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Poison Facts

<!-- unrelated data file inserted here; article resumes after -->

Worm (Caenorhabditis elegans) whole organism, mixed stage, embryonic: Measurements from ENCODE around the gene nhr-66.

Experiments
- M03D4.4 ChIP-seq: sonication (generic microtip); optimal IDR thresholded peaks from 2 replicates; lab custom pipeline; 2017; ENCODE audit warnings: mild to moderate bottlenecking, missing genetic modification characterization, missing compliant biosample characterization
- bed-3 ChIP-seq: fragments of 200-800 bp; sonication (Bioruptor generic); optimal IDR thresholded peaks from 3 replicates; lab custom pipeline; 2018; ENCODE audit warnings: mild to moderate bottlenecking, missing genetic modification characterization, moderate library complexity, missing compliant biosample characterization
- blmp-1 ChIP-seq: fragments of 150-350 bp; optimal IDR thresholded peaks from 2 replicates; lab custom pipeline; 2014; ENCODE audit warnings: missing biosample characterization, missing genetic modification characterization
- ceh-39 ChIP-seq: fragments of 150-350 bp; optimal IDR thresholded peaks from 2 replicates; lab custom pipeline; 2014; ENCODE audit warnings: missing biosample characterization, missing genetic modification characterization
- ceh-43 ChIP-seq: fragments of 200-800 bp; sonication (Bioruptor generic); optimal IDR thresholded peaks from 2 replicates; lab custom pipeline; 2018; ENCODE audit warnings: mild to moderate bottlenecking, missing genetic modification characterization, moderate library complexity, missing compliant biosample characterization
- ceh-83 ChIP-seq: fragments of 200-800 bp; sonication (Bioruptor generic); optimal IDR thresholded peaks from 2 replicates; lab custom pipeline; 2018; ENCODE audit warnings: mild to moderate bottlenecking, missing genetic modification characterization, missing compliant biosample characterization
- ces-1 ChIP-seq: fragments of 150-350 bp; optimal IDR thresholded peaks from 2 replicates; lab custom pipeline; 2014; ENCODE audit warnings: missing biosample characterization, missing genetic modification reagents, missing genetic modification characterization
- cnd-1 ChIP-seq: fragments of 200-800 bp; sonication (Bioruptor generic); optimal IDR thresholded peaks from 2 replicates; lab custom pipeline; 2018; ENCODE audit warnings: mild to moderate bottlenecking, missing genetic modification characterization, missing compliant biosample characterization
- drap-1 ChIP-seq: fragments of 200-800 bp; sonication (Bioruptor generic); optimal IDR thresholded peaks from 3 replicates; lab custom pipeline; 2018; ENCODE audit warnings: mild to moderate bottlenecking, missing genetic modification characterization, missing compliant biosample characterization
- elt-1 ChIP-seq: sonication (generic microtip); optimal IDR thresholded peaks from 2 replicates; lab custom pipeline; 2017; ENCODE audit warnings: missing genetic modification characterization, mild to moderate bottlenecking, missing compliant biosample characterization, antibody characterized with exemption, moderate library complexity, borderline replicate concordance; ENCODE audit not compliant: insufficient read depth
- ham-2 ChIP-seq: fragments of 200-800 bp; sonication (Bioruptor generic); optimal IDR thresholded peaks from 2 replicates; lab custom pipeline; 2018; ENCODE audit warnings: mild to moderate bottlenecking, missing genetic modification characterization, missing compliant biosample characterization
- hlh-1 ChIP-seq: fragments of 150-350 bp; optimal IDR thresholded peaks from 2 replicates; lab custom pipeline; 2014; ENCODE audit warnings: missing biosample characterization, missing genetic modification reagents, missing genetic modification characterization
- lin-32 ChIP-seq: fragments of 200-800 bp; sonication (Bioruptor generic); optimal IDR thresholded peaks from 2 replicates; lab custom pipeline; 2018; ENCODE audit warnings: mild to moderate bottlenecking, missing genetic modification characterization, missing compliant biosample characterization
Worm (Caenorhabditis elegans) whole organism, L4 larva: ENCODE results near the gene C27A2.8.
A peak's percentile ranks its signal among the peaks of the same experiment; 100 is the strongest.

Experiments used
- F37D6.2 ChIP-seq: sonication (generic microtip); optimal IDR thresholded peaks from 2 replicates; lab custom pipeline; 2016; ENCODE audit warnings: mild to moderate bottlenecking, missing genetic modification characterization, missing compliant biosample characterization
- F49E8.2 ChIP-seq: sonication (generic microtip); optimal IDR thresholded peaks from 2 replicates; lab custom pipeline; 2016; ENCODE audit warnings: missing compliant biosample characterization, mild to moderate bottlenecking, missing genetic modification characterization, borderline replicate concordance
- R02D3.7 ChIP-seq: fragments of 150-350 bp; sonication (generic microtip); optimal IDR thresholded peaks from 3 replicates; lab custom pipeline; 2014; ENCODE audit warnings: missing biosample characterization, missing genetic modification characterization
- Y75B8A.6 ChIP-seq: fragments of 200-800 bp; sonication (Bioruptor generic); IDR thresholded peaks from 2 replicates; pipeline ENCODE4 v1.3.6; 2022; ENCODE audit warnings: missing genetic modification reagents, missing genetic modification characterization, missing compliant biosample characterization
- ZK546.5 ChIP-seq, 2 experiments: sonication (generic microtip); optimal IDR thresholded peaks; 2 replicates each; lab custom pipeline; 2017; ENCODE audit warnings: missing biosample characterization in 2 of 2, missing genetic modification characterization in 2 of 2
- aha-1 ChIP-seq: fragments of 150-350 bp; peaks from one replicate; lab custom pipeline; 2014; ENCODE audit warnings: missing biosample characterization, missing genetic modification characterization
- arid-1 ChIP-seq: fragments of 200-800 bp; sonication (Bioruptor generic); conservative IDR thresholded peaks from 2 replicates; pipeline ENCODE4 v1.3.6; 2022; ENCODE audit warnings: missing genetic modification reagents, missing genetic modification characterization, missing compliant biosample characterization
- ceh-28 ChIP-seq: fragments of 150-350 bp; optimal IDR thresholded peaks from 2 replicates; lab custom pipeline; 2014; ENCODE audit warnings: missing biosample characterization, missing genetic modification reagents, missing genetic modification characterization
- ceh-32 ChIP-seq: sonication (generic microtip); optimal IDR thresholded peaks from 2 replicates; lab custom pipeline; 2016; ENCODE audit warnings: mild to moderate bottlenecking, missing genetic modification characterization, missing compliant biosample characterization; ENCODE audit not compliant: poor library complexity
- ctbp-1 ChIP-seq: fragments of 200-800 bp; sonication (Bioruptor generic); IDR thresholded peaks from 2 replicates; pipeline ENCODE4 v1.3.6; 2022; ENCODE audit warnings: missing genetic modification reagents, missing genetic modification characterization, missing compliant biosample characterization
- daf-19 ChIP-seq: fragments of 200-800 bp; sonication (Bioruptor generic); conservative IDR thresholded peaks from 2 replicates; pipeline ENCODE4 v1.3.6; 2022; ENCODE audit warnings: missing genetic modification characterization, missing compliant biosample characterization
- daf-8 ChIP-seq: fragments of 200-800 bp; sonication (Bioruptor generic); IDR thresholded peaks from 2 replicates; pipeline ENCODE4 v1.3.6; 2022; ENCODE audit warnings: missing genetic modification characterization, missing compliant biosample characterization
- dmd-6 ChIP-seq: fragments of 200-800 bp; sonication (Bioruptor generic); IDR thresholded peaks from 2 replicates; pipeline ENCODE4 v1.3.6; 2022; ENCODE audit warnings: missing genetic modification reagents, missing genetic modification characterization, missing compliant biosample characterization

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Poison Facts Are you aware of what's poisonous for your pet? Foods: Chocolate, tea, coffee & cola Nuts Onions Potatoes Turkey Skin Poisonous Houseplants Poisonous Outdoor Plants Poisonous Household Items Poisonous Animals Foods Chocolate, tea, coffee, cola: It is not chocolate itself that is poisonous to dogs, it is the theobromine, a naturally occurring compound found in chocolate. Theobromine causes different reactions to different dogs: dogs with health problems, especially epilepsy, are more affected by theobromine than healthy dogs. Theobromine can trigger epileptic seizures in dogs prone to or at risk of epilepsy. The size of the dog will also be a major factor: the smaller the dog, the more affected it is by the same amount than a larger dog. Therefore, toxicity is described on a mg/Kg basis. Furthermore, theobromine can cause cardiac irregularity, especially if the dog becomes excited. Cardiac arrhythmia can precipitate a myocardial infarct which can kill the dog. Theobromine also irritates the GI tract and in some dogs can cause internal bleeding which in some cases kills them a day or so later. Theobromine is also present in differing amounts in different kinds of chocolate. Milk chocolate has 44-66 mg/oz, dark chocolate 450 mg/oz and baking/bitter chocolate or cocoa powder varies as much as 150-600 mg/oz. How much chocolate a dog can survive depends on its weight (and other unknown circumstances). Under 200 mg theobromine per kg body weight no deaths have been observed. Theobromine will stay in the bloodstream between 14 and 20 hours. It goes back into the bloodstream through the stomach lining and takes a long time for the liver to filter out. Within two hours of ingestion, try inducing vomiting unless your dog is markedly stimulated, comatose, or has lost the gag reflex. If your dog has eaten a considerable amount of chocolate, or displays any of the above symptoms, take it to the vet without delay. In the absence of major symptoms, administer activated charcoal. The unabsorbed theobromine will chemically bond to this and be eliminated in the feces. In pinch, burnt (as in thoroughly burnt, crumbling in hand) toast will do. back to top Nuts: Walnuts are poisonous to dogs and should be avoided. In particular, there is a type of fungus common to walnuts (especially wet deadfall walnuts) that will cause severe episodes of seizuring. Many nuts are not good for dogs in general, their high phosphorous content is said to possibly lead to bladder stones. back to top Onions: Onions, especially raw onions, have been shown to trigger hemolytic anemia in dogs. (Stephen J Ettinger, D.V.M and Edward C. Fieldman, D.V.M. 's book: Textbook of Veterinary Internal Medicine vol. 2 pg 1884.) Also: Six Cases of Heinz Body Haemolytic Anaemia Induced by Onion and/or Garlic Ingestion - CM Edwards and CJ Belford Aust.Vet.Prac. 26 (1) March 1996, 18-22. back to top Potatoes: Potato poisonings among people and dogs have occurred. Solanum alkaloids can be found in in green sprouts and green potato skins, which occurs when the tubers are exposed to sunlight during growth or after harvest. The relatively rare occurrence of actual poisoning is due to several factors: solanine is poorly absorbed; it is mostly hydrolyzed into less toxic solanidinel; and the metabolites are quickly eliminated. Note that cooked, mashed potatoes are fine for dogs, actually quite nutritious and digestible. back to top Turkey Skin: Turkey skin is currently thought to cause acute pancreatis in dogs. back to top -------------------------------------------------------------------------------- Poisonous Houseplants (from Carlson & Giffin) In assessing the risk to your dog from these plants, you need to consider both the age of your dog and its propensity to chew on plants. Many of the below toxic plants rarely cause problems because most dogs don't chew them -- the exceptions being, of course, young puppies who are inclined to explore the world with their mouths, teething dogs who may chew on everything, and older dogs that are simply fond of chewing. Oleander, for example, is rather toxic, but most cases of poisoning involve 1) cattle, other grazing livestock 2) puppies and 3) human babies/toddlers. Dumb cane is probably the one plant that should always be kept out of reach, since it takes only one nibble to have a potentially fatal situation. Plants that give a rash after contact with the skin or mouth: chrysanthemum poinsettia creeping fig weeping fig spider mum pot mum (mums might produce dermatitis) Plants that cause irritation (toxic oxalates), especially the mouth gets swollen; tongue pain; sore lips; some swell so quickly a tracheotomy is needed before asphyxiation: arrowhead vine majesty boston ivy neththytis ivy colodium pathos emerald duke red princess heart leaf (philodendron) split leaf (phil.) saddle leaf (phil.) marble queen Toxic plants - may contain wide variety of poisons. Most cause vomiting, abdominal pain, cramps. Some cause tremors, heart and respiratory and/or kidney problems, which are difficult for owner to interpret: amaryllis elephant ears pot mum asparagus fern glocal ivy ripple ivy azalea heart ivy spider mum bird of paradise ivy sprangeri fern creeping charlie jerusalem cherry umbrella plant crown of thorns needlepoint ivy back to top -------------------------------------------------------------------------------- Poisonous Outdoor Plants (from Carlson & Giffin) Plants that produce vomiting and diarrhea in some cases: delphinium poke weed indian tobacco daffodil bittersweet woody wisteria castor bean ground cherry soap berry indian turnip fox glove skunk cabbage larkspur Plants that may produce vomiting, abdominal pain, and in some cases diarrhea: horse chestnut buckeye western yew apricot, almond rain tree monkey pod english holly peach, cherry privet wild cherry mock orange japanese plum american yew bird of paradise balsam pear english yew black locust Plants that yield varied toxic effects: rhubarb buttercup moonseed spinach nightshade may apple sunburned potatoes poison hemlock dutchman's breeches tomato vine jimson weed mescal bean loco weed pig weed angel's trumpet lupine water hemlock jasmine dologeton mushrooms matrimony vine dumb cane Plants that function as hallucinogens: marijuana periwinkle morning glory peyote nutmeg loco weed Plants that cause convulsions: china berry nux vomica coriaria water hemlock moon weed back to top -------------------------------------------------------------------------------- Poisonous Household Items Acetaminophen AntiFreeze Aspirin Bleach Boric Acid Brake Fluid Carbon Monoxide Carburetor Cleaner Christmas Tinsel Cleaning Fluid Deodorants/Deodorizers Detergents Disinfectants Drain Cleaner Dye Fungicides Furniture Polish Gasoline Hair Colorings Herbicides Insecticides Kerosene Laxatives Lead Lye Matches Metal Polish Mineral Spirits Mothballs Nail Polish & Remover Paint & Remover Perm Solutions Phenol Photo Developer Rat Poison Rubbing Alcohol Shoe Polish Sleeping Pills Soaps Suntan Lotions Tar Turpentine Windshield Fluid Woodstains back to top -------------------------------------------------------------------------------- Poisonous Animals Bufo Toads Found in various areas, especially in south Florida. Very poisonous -- it can kill a small dog in a matter of minutes. It burns the mucous membrane of the mouth (gums) which is why they drool and foam, and that's also how it enters the bloodstream. It kills by elevating the heart rate and blood pressure to deadly levels, similar to the effects of chocolate. There is an antidote and the effects can be lessened if you immediately flush the dog's mouth with water before taking it to the vet. back to top -------------------------------------------------------------------------------- Inducing Vomiting If you need to induce vomiting, first make sure that it's appropriate to do so. Don't induce vomiting: more than two hours after ingesting problematic substance when the substance is an acid, alkali, solvent, or petroleum product, as it will do as much damage on the way up as it did the way down when dog is comatose or very depressed To induce vomiting: 1 teaspoon hydrogen peroxide per 30lbs body weight; give once, repeat after ten minutes; don't administer more than three times; some dogs will drool and look miserable before vomiting 1 teaspoon syrup of Ipecac per 10lbs body weight; works quickly 1/2 to 1 teaspoon salt placed far back on the tongue or dissolved in 1 oz water; do not repeat dosage; dry mustard powder (same instructions) may be substituted back to top